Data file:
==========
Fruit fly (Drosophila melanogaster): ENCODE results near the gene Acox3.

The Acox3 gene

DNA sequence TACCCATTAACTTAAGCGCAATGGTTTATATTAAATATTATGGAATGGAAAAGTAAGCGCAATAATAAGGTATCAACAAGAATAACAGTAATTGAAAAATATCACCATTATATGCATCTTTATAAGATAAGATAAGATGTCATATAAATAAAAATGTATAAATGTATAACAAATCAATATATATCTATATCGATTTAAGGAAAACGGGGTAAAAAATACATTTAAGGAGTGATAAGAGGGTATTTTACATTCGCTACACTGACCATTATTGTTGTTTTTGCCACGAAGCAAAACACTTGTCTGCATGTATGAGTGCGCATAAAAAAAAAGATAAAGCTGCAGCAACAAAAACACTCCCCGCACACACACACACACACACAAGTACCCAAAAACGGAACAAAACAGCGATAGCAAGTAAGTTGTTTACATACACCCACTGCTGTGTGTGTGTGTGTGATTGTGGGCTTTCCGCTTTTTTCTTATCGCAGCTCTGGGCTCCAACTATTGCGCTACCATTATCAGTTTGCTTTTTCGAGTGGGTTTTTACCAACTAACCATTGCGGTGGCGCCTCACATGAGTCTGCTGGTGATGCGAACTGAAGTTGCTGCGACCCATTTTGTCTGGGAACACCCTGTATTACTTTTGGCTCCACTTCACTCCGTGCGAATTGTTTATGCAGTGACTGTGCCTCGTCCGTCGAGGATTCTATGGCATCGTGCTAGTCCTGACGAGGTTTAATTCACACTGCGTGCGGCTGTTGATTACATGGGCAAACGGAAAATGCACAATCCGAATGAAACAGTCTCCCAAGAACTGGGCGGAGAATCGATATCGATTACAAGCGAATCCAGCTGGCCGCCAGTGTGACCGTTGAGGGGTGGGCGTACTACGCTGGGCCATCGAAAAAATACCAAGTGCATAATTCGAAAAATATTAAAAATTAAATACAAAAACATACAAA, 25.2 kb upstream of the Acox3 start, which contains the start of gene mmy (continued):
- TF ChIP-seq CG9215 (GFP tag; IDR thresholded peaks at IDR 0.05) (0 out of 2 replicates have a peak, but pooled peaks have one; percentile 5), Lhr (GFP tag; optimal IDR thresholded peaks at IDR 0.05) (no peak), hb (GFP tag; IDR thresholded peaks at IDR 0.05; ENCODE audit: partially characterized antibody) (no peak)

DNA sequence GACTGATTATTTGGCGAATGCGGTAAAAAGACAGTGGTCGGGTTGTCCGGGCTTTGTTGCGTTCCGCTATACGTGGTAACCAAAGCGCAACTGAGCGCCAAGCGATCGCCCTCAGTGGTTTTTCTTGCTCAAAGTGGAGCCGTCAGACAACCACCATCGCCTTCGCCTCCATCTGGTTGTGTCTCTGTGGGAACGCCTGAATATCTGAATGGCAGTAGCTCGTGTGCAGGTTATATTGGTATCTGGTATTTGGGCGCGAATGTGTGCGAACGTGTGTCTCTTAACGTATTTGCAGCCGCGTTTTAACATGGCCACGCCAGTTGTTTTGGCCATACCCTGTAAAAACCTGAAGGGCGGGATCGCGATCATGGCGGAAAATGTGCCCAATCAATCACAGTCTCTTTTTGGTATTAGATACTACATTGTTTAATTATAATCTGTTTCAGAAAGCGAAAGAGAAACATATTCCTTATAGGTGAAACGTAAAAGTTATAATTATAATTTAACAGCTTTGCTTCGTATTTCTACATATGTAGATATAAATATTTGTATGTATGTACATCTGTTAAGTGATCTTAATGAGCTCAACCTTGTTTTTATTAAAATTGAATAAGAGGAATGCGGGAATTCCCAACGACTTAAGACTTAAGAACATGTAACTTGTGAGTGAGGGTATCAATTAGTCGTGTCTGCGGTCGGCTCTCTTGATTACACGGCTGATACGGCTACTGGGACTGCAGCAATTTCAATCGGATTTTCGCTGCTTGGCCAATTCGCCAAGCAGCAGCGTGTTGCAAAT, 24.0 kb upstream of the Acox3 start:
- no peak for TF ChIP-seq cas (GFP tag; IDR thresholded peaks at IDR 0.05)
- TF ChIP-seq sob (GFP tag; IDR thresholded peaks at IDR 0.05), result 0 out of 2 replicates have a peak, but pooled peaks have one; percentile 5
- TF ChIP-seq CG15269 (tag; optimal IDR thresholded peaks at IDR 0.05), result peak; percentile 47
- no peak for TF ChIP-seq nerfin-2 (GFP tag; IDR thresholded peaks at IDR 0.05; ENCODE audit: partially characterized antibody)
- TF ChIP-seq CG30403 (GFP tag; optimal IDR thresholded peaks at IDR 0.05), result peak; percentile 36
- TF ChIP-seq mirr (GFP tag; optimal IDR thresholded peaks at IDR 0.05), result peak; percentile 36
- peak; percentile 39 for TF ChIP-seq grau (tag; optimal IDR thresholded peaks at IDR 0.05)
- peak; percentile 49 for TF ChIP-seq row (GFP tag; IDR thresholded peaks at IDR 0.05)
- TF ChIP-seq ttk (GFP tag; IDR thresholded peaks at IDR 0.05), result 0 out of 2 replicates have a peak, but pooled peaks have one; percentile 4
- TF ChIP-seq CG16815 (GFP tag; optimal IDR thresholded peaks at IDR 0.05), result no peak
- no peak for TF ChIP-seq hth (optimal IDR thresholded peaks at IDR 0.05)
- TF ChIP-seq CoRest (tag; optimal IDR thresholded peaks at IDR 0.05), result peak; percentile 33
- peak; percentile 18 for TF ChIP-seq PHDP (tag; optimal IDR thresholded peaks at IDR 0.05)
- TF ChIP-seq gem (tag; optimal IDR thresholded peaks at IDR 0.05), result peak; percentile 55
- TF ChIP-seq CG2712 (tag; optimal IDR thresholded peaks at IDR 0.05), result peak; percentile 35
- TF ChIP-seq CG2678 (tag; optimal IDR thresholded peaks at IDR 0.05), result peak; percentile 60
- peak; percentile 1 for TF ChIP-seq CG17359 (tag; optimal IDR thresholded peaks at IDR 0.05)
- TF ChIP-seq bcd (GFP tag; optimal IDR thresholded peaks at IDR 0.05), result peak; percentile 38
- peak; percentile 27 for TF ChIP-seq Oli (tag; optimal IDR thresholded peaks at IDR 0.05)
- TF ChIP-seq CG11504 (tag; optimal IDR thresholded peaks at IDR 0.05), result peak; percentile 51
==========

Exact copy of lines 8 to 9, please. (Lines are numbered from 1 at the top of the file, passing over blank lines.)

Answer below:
- TF ChIP-seq CG15269 (tag; optimal IDR thresholded peaks at IDR 0.05), result peak; percentile 47
- no peak for TF ChIP-seq nerfin-2 (GFP tag; IDR thresholded peaks at IDR 0.05; ENCODE audit: partially characterized antibody)